In a recent study published in the journal Nature titled "A time-resolved, multi-symbol molecular recorder via sequential genome editing," a group of researchers from the University of Washington describe their recent experiments with recording information directly onto living cells with a "DNA Typewriter." From the abstract:
DNA is naturally well suited to serve as a digital medium for in vivo molecular recording. However, contemporary DNA-based memory devices are constrained in terms of the number of distinct 'symbols' that can be concurrently recorded and/or by a failure to capture the order in which events occur1. Here we describe DNA Typewriter, a general system for in vivo molecular recording that overcomes these and other limitations.
With the itself DNA functioning as the "tape" or blank recording medium, the researchers used CRISPR-Cas9 to insert the information into a specific segment of the DNA. Or, as phys.org explained it:
The idea to use DNA to encode information piggybacks on the molecule's natural function. Just as computer software is written in 1s and 0s, the DNA molecule uses a four-letter code for the instructions for living things.
The DNA typewriter isn't the first of its kind, however, it has a combination of attributes that make it particularly promising for illuminating the biology of cells. Namely, it can capture a large number of events while documenting them in chronological order.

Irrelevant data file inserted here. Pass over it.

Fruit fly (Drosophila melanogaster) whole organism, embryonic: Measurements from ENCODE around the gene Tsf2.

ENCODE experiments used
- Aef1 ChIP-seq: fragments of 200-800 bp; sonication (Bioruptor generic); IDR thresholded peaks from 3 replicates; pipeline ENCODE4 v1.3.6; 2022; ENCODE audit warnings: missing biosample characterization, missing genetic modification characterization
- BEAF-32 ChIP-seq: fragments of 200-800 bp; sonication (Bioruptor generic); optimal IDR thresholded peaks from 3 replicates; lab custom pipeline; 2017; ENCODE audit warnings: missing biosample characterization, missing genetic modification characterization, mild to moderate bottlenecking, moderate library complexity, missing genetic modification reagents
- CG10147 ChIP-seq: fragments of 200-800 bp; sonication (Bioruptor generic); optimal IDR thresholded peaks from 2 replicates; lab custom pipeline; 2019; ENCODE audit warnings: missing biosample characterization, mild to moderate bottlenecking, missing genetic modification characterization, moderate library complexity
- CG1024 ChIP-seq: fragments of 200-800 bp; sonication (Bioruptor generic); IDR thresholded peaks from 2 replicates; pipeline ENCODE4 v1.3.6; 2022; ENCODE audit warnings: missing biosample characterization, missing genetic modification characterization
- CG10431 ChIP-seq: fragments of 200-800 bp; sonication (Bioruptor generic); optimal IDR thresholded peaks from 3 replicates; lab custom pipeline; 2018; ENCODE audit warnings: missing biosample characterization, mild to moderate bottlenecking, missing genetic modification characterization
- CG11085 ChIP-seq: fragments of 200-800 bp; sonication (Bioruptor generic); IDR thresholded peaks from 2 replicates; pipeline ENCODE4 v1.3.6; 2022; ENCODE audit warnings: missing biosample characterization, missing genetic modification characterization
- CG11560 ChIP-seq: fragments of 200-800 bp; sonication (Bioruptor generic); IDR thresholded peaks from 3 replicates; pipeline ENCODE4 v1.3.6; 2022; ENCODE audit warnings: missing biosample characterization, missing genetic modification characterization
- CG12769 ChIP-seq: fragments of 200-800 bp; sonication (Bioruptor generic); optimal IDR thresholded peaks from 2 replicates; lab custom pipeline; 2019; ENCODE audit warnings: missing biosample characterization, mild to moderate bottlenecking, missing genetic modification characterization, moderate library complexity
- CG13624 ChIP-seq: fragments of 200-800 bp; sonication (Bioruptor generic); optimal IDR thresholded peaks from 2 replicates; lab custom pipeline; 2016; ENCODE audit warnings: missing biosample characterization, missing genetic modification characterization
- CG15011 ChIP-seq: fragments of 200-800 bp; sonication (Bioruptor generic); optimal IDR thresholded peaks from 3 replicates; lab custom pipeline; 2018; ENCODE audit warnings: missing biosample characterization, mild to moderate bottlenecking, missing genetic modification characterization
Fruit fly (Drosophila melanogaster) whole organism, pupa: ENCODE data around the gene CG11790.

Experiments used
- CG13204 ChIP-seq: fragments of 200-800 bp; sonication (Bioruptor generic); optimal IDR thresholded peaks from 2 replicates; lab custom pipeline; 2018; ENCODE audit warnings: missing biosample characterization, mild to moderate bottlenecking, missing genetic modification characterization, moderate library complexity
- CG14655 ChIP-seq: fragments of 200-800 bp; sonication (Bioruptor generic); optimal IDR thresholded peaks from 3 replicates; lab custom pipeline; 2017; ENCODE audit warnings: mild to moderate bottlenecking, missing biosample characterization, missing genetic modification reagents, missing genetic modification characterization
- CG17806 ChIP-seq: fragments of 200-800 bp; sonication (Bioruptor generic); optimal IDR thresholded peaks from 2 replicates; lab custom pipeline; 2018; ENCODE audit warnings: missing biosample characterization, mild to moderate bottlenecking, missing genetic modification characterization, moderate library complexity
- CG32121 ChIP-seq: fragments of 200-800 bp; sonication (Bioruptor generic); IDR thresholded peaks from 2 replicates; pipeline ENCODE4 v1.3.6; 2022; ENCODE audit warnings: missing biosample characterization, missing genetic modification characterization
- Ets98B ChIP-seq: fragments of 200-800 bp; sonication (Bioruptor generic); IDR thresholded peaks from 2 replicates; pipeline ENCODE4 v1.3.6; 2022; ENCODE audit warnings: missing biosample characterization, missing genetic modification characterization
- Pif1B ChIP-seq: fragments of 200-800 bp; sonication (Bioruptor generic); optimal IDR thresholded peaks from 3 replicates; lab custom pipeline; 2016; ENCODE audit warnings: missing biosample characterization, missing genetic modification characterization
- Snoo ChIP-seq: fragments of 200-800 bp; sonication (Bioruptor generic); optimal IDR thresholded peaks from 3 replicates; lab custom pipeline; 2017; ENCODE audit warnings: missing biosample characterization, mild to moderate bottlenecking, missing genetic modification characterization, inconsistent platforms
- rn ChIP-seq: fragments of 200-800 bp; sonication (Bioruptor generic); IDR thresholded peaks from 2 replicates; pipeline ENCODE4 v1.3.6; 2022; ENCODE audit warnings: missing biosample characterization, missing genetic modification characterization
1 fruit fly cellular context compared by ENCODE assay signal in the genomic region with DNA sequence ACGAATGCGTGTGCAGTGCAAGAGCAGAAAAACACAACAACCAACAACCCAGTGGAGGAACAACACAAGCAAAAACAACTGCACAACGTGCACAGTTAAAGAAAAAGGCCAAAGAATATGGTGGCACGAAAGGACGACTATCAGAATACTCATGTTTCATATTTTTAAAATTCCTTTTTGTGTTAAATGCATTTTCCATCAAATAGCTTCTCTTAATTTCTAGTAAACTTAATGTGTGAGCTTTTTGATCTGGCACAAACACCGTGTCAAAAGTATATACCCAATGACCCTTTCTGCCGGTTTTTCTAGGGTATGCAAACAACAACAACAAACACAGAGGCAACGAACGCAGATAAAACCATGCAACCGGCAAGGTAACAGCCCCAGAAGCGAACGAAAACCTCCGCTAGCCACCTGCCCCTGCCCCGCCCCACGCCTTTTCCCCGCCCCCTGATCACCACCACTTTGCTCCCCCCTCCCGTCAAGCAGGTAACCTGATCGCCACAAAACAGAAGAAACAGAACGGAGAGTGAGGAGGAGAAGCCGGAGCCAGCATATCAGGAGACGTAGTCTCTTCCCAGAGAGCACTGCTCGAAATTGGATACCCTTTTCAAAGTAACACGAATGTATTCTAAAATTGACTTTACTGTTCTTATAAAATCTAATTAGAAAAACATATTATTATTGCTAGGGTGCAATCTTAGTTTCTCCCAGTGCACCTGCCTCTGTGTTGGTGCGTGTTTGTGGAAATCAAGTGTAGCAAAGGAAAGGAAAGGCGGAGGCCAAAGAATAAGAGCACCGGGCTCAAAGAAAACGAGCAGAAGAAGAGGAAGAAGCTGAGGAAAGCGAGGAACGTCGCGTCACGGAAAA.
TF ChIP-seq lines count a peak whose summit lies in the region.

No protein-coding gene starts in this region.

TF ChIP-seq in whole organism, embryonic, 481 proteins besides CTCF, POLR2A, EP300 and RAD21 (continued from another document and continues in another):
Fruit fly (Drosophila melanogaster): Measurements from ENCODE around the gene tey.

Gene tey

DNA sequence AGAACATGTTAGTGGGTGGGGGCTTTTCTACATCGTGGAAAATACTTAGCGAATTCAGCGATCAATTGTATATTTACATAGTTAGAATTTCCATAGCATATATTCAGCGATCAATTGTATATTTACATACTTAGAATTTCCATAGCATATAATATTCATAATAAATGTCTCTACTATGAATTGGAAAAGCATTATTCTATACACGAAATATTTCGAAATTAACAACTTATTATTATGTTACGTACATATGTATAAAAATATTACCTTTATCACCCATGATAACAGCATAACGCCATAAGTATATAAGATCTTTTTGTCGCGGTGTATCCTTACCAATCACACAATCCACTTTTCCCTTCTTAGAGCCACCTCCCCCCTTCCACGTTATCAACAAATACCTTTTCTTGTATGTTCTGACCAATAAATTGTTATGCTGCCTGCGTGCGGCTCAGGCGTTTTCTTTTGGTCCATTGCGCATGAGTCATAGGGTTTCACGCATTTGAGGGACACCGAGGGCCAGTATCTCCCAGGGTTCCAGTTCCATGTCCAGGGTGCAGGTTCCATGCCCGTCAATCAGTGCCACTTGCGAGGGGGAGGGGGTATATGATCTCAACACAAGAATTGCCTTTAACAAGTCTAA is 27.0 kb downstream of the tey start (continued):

Put another way, it's like Morse code — but instead of dots and dashes, you insert combinations of Cs, Gs, Ts, and As into the DNA strand.
To demonstrate their proof of concept, the researchers thought long and hard about exactly what information to encode into the model DNA strand. What should be the first thing that other people see when they read the information on this historic strip of DNA? A Biblical reference? A tip of the hat to Alexander Graham Bell's first telephone call? Nah — they decided to pay homage to lead author Junhong Choi's Korean heritage by referencing a lyric from K-pop sensations BTS: "Bound forever, DNA."
A time-resolved, multi-symbol molecular recorder via sequential genome editing [Junhong Choi, Wei Chen, Anna Minkina, Florence M. Chardon, Chase C. Suiter, Samuel G. Regalado, Silvia Domcke, Nobuhiko Hamazaki, Choli Lee, Beth Martin, Riza M. Daza & Jay Shendure / Nature]
DNA typewriter taps out messages inside cells [Howard Hughes Medical Institute / Phys.org]